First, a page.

Razorblade Tears

[Amazon Link, See Disclaimer]

Razorblade Tears made the NYT Best Mystery Novels of 2021 list; it's also a 2022 "Best Novel" nominee at the Edgars. So I went to check it out at the Portsmouth Public Library website, and… oh, oh: the "subjects" classification: "Murder -- Fiction | Fathers and sons -- Fiction | Ex-convicts -- Fiction | Gay men -- Fiction". Is this a case where its inclusion on those lists is guided by demands for "diversity"?

Well, I needn't have worried. It's pretty good. Yes, there are occasional lectures about LGBTQ2SIA+/BIPOC acceptance and associated bad examples of bigotry. If you need them, they're there. But they don't get in the way of an exellent yarn.

The main characters are Ike and Buddy Lee, the ex-cons referred to in the Subjects mentioned above. Ike, a black man, has been out of prison for 15 years, in on a manslaughter charge from his gang days; since then, he's built up a successful landscaping business. Buddy Lee is a low-functioning alcoholic, living in a seedy trailer park, in an even-seedier trailer. They are united by dreadful circumstance: each has a gay son, those sons were married, and those sons were also brutally murdered on a local city street. The police aren't making any progress in solving the crime. Despite their different backgrounds, the fathers team up to start investigating on their own. They have an advantage the police don't have: they're totally willing to use violence to get people to talk.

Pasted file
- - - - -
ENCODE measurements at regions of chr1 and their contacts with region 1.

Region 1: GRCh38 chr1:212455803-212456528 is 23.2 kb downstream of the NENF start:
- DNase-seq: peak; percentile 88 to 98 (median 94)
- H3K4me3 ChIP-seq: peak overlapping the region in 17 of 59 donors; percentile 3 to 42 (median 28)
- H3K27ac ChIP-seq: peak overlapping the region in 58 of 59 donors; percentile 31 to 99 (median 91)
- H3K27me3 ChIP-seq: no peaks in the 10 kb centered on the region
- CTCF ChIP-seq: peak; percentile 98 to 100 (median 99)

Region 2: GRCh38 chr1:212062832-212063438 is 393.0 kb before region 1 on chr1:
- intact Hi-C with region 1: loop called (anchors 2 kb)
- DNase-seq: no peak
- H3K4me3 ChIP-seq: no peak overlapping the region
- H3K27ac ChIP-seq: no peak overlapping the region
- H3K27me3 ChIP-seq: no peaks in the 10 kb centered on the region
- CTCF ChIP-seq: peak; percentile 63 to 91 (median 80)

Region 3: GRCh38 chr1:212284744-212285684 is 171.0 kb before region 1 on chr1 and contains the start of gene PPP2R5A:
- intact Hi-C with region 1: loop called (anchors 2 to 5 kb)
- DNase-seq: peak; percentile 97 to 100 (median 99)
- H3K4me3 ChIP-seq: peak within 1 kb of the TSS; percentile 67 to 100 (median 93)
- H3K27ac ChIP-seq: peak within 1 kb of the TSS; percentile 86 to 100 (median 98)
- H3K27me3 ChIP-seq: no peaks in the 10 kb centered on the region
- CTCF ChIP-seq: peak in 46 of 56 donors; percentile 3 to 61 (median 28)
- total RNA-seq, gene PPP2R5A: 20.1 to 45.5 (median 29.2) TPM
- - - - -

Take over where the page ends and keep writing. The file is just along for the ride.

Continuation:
And there's a lot of violence. Ike and Buddy Lee soon find themselves up against a murderous biker gang. They absorb a lot of damage (any of which would have sent me crawling off to the nearest emergency room), but they inflict a lot more.

It's a tad predictable; I saw a lot of the plot twists coming, and I'm usually pretty bad at that. But it's a definite page-turner.